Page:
“The desire for pleasure and the avoidance of pain. Almost all of our thoughts inevitably revolve around this desire” -Robert Greene
I don’t believe that it is a coincidence that the first book I ever committed to came at a very low point. On the surface I had it all. High paying job, nice crib, nice car, beautiful family, and everywhere I went everybody loved me. Yet, I was still unhappy.
When I first picked up Robert Greene Laws of Human Nature I didn’t know what was to come. As a matter of fact, I don’t know why I picked it up. At that time I didn’t have the courage to go and ask for help because I was scared to be weak. But there was something inside of me (Thank God) that was pushing me towards change. I needed to change. Desperately.
I learned about irrationality, narcissism, short-sightedness, and many other aspects of human nature that were brand new. The more I read the more my jaw dropped. It was as if my deepest and darkest secrets were being exposed. I thought someone had stolen my diary. But that couldn’t have been true because I’d never written anything.
I learned how my household conditions led to my patterns of avoidance. I learned that my desire for attention and pleasure started as a high profile naive teenager. I learned how my emotions controlled me. All my beliefs, notions, and ideals about society were put under a microscope and analyzed. It was as if I was undergoing an exorcism. Every new piece of information was shocking. Indirectly, I was becoming more self aware.
I was humbled and ashamed. All this time I had no awareness of the damage I was doing to myself or to others. I felt guilty. People always talk about looking in the mirror but they never say how hard that shit actually is. However, through the wincing, there was a sliver of me that was relieved. Eventually I forgave myself because at the end of the day- I didn’t know what I didn’t know. And when you know better you do better. I’m not perfect and never will be. I’ve allowed myself to heal because I am aware and I can acknowledge my shortcomings. I have a vocabulary for it. I realized that part of my problem before the book was that I never thought it was important to express your emotions and I never had any techniques to do so. This sprang my career as a writer.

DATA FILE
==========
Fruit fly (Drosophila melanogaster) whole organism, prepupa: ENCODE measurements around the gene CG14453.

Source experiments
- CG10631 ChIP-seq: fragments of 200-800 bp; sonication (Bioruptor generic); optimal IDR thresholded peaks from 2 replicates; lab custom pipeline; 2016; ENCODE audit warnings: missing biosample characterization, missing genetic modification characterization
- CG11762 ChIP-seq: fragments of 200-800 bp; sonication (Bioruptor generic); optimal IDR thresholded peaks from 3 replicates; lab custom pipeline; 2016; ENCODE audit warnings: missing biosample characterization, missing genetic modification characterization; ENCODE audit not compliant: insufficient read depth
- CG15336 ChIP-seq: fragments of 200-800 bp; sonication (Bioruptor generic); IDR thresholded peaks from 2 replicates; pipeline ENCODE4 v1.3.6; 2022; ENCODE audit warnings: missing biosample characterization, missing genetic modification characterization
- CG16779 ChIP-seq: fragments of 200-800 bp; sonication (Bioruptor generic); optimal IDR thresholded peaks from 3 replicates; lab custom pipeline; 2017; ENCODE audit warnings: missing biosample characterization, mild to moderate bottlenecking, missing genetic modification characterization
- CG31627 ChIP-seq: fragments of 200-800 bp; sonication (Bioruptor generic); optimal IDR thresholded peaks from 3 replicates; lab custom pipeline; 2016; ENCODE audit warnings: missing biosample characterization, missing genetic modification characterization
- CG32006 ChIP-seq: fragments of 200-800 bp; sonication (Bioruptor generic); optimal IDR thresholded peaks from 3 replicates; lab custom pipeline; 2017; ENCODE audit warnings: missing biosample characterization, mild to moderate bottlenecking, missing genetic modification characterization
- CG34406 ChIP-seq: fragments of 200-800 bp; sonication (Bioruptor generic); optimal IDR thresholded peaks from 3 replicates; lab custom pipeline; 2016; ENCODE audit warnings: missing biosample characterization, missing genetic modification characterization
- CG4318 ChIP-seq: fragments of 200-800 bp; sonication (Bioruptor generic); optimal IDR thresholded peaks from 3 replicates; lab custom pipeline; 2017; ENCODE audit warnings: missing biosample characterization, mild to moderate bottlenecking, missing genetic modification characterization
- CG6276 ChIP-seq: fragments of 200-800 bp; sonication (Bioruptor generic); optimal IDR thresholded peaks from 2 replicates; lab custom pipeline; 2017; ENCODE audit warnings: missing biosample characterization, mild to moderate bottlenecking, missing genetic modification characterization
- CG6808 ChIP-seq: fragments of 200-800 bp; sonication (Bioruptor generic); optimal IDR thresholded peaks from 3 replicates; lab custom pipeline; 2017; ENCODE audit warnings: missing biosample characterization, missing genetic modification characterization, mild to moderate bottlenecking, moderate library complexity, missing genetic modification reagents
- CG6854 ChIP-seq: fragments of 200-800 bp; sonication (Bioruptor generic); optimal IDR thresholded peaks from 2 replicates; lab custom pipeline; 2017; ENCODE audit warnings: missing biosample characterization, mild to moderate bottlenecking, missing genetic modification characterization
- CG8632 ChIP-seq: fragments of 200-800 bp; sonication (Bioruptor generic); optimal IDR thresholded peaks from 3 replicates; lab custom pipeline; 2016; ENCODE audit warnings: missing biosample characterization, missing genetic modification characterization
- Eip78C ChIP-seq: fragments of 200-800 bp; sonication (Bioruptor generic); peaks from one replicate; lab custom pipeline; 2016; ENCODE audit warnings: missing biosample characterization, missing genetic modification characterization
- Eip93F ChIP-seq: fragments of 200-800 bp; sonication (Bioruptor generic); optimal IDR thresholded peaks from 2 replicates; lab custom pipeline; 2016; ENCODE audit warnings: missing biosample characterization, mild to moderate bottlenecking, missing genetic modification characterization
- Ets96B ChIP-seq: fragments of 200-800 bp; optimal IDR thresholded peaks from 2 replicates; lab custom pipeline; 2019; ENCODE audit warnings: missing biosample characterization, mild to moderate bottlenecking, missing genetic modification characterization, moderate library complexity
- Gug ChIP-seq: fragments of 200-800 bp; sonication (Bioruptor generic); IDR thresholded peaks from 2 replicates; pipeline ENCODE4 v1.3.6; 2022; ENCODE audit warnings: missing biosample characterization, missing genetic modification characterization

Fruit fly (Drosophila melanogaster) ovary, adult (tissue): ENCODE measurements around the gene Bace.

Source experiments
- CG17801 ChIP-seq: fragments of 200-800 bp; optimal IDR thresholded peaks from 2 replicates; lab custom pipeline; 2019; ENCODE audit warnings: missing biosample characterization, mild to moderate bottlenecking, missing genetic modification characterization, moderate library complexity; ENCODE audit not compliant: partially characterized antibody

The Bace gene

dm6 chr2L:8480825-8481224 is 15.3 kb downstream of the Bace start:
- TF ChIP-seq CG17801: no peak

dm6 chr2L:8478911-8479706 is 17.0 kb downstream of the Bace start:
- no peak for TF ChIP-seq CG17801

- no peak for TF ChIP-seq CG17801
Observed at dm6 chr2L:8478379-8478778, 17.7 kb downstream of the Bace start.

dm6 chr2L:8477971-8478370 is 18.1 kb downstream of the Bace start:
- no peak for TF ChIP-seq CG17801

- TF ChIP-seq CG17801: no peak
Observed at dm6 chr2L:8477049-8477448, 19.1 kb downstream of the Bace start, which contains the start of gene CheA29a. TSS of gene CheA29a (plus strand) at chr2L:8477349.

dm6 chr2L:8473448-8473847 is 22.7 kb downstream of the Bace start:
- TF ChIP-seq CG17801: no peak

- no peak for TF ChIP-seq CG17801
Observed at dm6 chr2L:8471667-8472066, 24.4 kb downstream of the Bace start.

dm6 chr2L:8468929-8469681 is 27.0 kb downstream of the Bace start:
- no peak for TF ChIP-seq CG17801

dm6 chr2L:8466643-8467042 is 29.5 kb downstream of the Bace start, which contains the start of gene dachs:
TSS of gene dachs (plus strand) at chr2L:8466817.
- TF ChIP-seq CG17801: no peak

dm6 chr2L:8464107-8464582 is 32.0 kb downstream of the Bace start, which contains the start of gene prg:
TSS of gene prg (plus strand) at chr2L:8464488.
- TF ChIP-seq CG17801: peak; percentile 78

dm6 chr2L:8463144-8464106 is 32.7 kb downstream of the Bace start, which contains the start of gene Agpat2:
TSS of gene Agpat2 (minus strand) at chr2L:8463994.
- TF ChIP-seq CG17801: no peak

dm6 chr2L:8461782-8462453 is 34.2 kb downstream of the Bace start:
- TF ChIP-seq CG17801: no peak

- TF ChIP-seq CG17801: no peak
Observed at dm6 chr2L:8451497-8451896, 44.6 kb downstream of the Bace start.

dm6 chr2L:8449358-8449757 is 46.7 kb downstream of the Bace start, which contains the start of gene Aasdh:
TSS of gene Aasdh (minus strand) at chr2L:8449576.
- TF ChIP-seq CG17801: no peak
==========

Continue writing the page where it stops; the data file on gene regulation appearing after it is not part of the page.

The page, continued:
Parker Palmer, an American author says: “Wholeness is not perfection. It’s embracing your brokenness as an integral part of your life.”
I’ve said things I don’t mean, I’ve been weak, I’ve failed, I’ve lied, I’ve cheated, I’ve manipulated people. This is what I kept from the light and this is why the bad habits grew. This is not something I’m proud of, but this is who I am. I’m able to embrace all of myself fully. Without hiding. At the end of the day, all of us are just looking for somewhere we can be free. A place where we don’t have to put on a face. A place where we don’t have to compete. A place where we can just be. My wholeness has allowed me to be real with others. It’s transformed me into a better coach and mentor and one thing I’ve learned for certain is that I’m not alone. This birthed compassion. A radical compassion for the human condition. It’s crazy how it all started with a book.
“Get free-be who you’re supposed to be” -Lauryn Hill
Are there any books, verses, phrases, quotes, that have changed your life? Any special words that you hold onto? Drop them in the comment section below.